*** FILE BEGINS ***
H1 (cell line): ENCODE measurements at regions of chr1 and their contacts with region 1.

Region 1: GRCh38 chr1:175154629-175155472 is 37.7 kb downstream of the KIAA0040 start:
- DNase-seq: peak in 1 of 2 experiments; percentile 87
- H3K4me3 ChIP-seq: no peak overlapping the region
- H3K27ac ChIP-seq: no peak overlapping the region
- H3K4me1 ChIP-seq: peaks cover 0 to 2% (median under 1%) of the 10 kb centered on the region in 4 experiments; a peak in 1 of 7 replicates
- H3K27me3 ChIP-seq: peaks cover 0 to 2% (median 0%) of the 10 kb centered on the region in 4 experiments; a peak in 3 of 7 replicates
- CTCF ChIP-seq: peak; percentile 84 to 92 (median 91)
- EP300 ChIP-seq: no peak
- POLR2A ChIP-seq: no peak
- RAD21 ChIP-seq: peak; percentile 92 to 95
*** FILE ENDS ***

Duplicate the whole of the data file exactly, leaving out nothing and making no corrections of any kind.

H1 (cell line): ENCODE measurements at regions of chr1 and their contacts with region 1.

Region 1: GRCh38 chr1:175154629-175155472 is 37.7 kb downstream of the KIAA0040 start:
- DNase-seq: peak in 1 of 2 experiments; percentile 87
- H3K4me3 ChIP-seq: no peak overlapping the region
- H3K27ac ChIP-seq: no peak overlapping the region
- H3K4me1 ChIP-seq: peaks cover 0 to 2% (median under 1%) of the 10 kb centered on the region in 4 experiments; a peak in 1 of 7 replicates
- H3K27me3 ChIP-seq: peaks cover 0 to 2% (median 0%) of the 10 kb centered on the region in 4 experiments; a peak in 3 of 7 replicates
- CTCF ChIP-seq: peak; percentile 84 to 92 (median 91)
- EP300 ChIP-seq: no peak
- POLR2A ChIP-seq: no peak
- RAD21 ChIP-seq: peak; percentile 92 to 95